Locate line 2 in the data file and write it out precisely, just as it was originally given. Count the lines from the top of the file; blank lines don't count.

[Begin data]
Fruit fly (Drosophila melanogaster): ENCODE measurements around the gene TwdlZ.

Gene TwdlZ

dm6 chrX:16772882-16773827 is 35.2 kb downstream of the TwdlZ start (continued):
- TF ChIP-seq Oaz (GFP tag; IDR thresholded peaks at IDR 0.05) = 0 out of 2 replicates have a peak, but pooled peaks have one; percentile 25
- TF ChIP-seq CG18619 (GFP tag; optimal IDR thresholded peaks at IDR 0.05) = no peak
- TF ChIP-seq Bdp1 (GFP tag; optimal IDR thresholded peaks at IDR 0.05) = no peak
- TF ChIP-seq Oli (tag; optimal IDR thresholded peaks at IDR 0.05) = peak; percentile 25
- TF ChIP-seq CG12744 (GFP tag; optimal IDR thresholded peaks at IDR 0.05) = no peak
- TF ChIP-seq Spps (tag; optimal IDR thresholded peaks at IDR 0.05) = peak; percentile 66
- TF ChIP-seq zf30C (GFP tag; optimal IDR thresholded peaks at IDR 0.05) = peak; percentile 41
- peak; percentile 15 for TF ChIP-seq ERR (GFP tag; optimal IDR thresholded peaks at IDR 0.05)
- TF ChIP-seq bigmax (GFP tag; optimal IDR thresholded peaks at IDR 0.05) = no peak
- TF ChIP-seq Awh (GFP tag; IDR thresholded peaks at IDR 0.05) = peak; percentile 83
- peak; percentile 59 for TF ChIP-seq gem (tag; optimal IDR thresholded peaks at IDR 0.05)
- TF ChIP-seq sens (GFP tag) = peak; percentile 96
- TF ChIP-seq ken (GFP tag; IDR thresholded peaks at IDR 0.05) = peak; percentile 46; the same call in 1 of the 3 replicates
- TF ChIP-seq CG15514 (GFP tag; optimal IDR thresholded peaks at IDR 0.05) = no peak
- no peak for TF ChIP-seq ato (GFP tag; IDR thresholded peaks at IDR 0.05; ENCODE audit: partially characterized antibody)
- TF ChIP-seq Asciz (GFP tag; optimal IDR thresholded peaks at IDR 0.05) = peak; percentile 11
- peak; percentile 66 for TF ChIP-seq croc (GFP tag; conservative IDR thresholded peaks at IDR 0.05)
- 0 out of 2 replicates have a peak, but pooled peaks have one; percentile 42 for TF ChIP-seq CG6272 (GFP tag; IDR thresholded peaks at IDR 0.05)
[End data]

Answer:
Gene TwdlZ